***If you were on one of these trips and have photos, send them in to info.whalegirl@gmail.com! I'd love to add them to this post for others to enjoy (with credit to you). Thank you!***

Sightings Report: July 7th, 2017

All sightings from San Francisco Whale Tours vessel Kitty Kat

2pm: 

At around 2:30 we found humpback whales just outside the Golden Gate Bridge near Diablo CoveThere were 3 feeding in the immediate area, with more spouts sighted further out in the strait. 

We got a close look at a couple of harbor seals and 4-5 harbor porpoises off our bow. We also were treated to the sight of a California sea lion chowing down on a large king salmon. Several common murres were sighted with their mouths full of northern anchovies.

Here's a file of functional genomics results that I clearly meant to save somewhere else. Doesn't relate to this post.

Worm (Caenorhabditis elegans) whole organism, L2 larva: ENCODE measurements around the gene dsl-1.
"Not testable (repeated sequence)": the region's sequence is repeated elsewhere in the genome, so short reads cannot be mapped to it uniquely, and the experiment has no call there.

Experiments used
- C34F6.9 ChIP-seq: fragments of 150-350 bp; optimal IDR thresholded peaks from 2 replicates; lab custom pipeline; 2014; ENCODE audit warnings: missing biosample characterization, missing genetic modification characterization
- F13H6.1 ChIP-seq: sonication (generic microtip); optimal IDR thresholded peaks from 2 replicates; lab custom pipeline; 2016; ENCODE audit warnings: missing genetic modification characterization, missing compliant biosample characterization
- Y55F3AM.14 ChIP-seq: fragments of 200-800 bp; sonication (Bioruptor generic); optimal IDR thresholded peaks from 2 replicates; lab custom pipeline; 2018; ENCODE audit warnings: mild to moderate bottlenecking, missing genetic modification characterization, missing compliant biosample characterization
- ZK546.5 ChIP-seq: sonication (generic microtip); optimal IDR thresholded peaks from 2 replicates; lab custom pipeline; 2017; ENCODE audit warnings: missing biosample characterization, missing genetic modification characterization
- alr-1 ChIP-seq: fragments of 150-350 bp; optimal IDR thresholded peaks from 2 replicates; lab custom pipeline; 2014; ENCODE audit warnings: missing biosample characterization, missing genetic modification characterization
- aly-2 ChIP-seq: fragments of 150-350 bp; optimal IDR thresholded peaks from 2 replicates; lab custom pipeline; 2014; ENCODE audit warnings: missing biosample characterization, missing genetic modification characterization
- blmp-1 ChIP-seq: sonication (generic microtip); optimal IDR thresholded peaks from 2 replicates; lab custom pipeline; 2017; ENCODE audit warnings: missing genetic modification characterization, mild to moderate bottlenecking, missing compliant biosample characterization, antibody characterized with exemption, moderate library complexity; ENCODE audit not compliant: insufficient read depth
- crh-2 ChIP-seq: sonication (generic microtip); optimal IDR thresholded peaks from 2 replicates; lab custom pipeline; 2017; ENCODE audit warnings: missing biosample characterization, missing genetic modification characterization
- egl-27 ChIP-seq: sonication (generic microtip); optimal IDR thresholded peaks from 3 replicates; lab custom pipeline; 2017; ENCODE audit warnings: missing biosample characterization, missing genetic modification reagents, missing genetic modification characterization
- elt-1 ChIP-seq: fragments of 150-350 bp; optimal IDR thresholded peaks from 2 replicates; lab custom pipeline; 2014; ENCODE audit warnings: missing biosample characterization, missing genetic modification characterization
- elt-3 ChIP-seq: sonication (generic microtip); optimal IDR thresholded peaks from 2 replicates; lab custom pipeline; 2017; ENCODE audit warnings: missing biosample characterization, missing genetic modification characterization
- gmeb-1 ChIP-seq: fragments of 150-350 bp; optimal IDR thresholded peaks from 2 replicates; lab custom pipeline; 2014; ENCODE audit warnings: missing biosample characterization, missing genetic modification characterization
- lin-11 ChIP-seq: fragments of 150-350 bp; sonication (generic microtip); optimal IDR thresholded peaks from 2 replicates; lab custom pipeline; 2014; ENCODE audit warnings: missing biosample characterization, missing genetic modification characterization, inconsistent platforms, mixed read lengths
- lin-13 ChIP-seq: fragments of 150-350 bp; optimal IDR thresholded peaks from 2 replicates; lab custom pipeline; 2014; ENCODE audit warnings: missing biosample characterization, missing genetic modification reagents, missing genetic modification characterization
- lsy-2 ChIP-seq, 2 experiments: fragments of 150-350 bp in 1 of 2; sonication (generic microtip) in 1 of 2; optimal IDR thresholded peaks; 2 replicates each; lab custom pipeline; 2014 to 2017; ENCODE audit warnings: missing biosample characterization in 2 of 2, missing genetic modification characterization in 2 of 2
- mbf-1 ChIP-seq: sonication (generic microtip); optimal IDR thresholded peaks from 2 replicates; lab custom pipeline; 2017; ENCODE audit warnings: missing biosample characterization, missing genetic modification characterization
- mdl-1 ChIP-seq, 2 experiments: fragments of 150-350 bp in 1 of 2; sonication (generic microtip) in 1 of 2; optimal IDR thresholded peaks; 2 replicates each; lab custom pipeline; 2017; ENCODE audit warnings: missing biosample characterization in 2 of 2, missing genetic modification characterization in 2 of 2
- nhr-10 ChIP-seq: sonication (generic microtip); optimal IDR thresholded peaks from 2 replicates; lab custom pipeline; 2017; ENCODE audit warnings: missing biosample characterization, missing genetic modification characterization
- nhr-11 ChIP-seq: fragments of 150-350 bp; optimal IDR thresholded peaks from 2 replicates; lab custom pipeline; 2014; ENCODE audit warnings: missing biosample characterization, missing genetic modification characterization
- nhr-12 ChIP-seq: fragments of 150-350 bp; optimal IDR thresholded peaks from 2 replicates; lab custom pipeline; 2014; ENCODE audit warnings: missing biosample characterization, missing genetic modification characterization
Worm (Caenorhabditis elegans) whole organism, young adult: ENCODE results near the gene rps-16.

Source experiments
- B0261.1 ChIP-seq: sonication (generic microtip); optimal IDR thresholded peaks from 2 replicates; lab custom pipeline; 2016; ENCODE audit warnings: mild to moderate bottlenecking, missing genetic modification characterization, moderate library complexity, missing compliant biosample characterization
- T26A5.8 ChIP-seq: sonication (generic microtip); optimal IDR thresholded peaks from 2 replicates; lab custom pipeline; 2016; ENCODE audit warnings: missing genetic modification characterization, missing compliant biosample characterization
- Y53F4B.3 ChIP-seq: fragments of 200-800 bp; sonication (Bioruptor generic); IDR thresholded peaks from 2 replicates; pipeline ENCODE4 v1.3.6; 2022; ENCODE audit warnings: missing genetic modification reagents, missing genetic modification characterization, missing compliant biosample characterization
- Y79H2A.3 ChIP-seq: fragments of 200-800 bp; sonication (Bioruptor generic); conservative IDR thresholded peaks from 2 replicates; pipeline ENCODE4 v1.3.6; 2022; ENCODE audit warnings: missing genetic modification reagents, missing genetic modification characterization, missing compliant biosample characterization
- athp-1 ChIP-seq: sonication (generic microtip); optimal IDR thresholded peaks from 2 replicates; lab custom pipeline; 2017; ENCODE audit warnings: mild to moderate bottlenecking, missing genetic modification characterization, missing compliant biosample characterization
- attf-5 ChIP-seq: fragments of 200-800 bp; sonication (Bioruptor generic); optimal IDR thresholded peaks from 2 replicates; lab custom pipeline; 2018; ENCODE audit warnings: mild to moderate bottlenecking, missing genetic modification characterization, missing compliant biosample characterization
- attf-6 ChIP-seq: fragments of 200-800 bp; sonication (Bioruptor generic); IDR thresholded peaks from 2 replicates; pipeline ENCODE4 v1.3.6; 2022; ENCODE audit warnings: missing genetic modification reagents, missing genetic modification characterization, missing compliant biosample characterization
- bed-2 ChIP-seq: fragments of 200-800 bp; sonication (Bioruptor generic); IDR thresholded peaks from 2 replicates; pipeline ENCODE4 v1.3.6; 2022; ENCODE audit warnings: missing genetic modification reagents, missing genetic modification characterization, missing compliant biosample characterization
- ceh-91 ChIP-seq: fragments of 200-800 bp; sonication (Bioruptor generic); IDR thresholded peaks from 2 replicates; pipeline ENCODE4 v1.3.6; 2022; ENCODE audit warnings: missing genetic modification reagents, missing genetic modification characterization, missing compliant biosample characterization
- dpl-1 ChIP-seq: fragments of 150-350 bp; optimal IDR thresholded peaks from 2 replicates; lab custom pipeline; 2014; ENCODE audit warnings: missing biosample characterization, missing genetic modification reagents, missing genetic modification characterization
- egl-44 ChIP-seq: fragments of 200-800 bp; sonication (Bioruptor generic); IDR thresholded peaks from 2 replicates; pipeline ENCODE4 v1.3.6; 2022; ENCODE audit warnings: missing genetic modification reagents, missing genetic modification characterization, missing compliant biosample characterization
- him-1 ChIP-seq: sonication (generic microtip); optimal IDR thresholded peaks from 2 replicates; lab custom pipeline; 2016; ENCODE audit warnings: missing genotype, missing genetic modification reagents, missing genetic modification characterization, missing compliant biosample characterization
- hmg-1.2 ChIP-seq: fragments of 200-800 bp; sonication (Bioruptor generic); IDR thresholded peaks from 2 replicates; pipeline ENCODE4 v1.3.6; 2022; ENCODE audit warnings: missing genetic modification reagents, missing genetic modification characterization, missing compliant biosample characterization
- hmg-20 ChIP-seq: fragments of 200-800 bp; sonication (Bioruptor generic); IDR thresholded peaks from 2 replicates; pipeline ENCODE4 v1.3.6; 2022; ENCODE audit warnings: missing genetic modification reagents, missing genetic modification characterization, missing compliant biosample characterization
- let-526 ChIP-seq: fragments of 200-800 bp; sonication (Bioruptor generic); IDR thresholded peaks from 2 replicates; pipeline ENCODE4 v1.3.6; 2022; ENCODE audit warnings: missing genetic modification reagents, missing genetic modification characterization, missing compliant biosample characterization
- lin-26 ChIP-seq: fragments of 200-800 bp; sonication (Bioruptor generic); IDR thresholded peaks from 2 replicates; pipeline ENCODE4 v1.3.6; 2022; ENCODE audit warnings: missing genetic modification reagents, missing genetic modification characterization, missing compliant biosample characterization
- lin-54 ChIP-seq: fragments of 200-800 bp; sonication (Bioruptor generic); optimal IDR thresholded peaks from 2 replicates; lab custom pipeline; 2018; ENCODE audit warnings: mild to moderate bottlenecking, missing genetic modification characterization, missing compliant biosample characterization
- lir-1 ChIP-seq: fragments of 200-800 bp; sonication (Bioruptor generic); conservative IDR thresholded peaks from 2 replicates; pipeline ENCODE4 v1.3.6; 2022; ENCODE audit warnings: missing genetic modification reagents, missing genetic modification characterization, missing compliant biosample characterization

5pm:

The wind had picked up a bit from the last tour, but we still spotted a few different whales pretty quickly, including one just outside the Golden Gate Bridge. There were lots of spouts on the horizon, so we headed out towards Mile Rock. At 5:50, we slowly and carefully positioned ourselves above the spouts and floated in neutral as a humpback whale roughly 120 yards away repeatedly slapped its fluke against the water. The sound from the slap can be heard from far away underwater; it has potential uses for communication, as well as scaring fish into a tighter school. The slapping humpback was missing a chunk of one of the lobes on its fluke, making it very distinctive and easy to recognize. Another 2-3 spouts were sighted further offshore.

There were 4-5 more spouts near Point Bonita moving in towards the bridge, and two more humpbacks between Mile Rock and the bridge. I estimated that there were at least 8 different whales sighted in the Strait.